Community: Joint Ownership and Shared Togetherness
A few months ago, I was asked what does community mean to me.
The first thing that popped into my mind was to respond with our geographic location – the City of Takoma Park – 2.4 square miles located in the corner of Montgomery County bordered by Washington DC, Prince Georges County, Silver Spring.
But, community is so much more. The word itself is rooted in the Middle French communité. Initially, it meant: “joint ownership.”
Joint ownership. Shared togetherness. That is community.
So what does that mean during a pandemic, and what does community mean for our budget process this year?
We have been working since early April on the FY2021 City Budget. We knew from the first presentation on April 6th that the proposed budget needed to be revised to take into consideration the health crisis, and we have learned much more about the health and economic situation since then.
We are thankful that even in a pandemic, we have had a great deal of feedback and input. The Zoom Council meetings have given people who have never attended or spoken at a Council meeting the opportunity to provide comments. Individual councilmembers have done their own virtual town halls and online surveys. And our terrific City staff led by our City Manager have been working round the clock to provide answers to all of our questions so we can make the best decisions possible in an ever-evolving situation.
Thank you for all the engagement. We have had a very robust discussion this year. And, we needed it. None of us have ever tried to do a budget during a world pandemic with so much changing daily.
We heard a number of differing views on the specifics of the budget, but throughout the discussion, there has been a common commitment to our community and those who call it home.
I have said many times over the last few weeks, as the City, we are the first line of defense for those most impacted during this crisis. And now is the time to act quickly and with sufficient resources, to help more people stay in their homes and keep businesses afloat while we wait and advocate for assistance at the county, state, and federal level. We also know that while this crisis impacts everyone, the magnitude of the impact is not equal, further exposing the racial injustices that we must address as a City.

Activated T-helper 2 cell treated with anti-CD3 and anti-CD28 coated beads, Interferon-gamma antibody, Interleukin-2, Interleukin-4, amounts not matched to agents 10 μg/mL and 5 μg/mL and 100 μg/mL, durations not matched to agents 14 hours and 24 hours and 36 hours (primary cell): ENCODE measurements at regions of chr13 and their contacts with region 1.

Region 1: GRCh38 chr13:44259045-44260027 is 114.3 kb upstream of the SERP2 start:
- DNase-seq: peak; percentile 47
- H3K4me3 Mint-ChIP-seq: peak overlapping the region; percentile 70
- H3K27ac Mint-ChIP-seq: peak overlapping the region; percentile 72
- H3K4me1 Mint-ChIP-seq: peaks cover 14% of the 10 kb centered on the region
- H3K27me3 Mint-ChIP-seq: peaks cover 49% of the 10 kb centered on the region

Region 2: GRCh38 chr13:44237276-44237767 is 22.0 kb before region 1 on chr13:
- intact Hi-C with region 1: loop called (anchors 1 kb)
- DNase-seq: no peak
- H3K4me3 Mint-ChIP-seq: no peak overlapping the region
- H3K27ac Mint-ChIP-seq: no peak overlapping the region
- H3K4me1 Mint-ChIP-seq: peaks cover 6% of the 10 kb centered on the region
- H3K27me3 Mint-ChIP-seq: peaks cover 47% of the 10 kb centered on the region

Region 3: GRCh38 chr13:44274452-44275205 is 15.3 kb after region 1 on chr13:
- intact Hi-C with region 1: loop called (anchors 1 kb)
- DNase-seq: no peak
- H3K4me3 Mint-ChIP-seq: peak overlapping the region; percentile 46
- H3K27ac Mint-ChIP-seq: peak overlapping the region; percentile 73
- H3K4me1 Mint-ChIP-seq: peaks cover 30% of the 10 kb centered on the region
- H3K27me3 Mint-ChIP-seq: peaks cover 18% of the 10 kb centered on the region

So with all of this in mind on Monday night the City Council made the following changes to the proposed budget:
- Created a COVID-19 Fund with over $600,000 in resources to enable the City to continue to provide financial support for residents and small businesses ($440,000 for FY2021 and about $194,000 that we are spending this year).
- Cutover a half a million in personnel costs and put a hold on over $300,000 on other personnel costs.
- Kept the same tax rate as last year — 53.97 cents per $100 assessed valuation
- Kept stormwater fee the same.
Continued funding for public safety initiatives such as traffic calming.
- Suspended funds for large public gatherings.
- Put a hold for at least the first quarter of the year $1.3 million dollars of expenditures that will be re-evaluated throughout the year.
In terms of different reserves or funds we can use in the emergency as we learn more about the needs and impacts we have:
- General Contingency Account: $135,000 (to cover unexpected operating expenses)
- Emergency Reserve: $510,000 (for emergency expenditures for the health, safety or welfare of persons or to perform essential government services)
- Housing Reserve: $1,058,294 (as of June 30, 2020) (requires a housing purpose)
- Unassigned Reserve: $1.8million; plus the $1.3million in on-hold projects for a total of over $3million in unassigned reserves.
- Staff is now preparing the final budget documents which Council will vote on May 13th and 20th.
Thank you very much for all the input and collaboration to get us to this point.
Our FY2021 budget reflects our shared togetherness during the greatest challenge we have ever had to face as a community.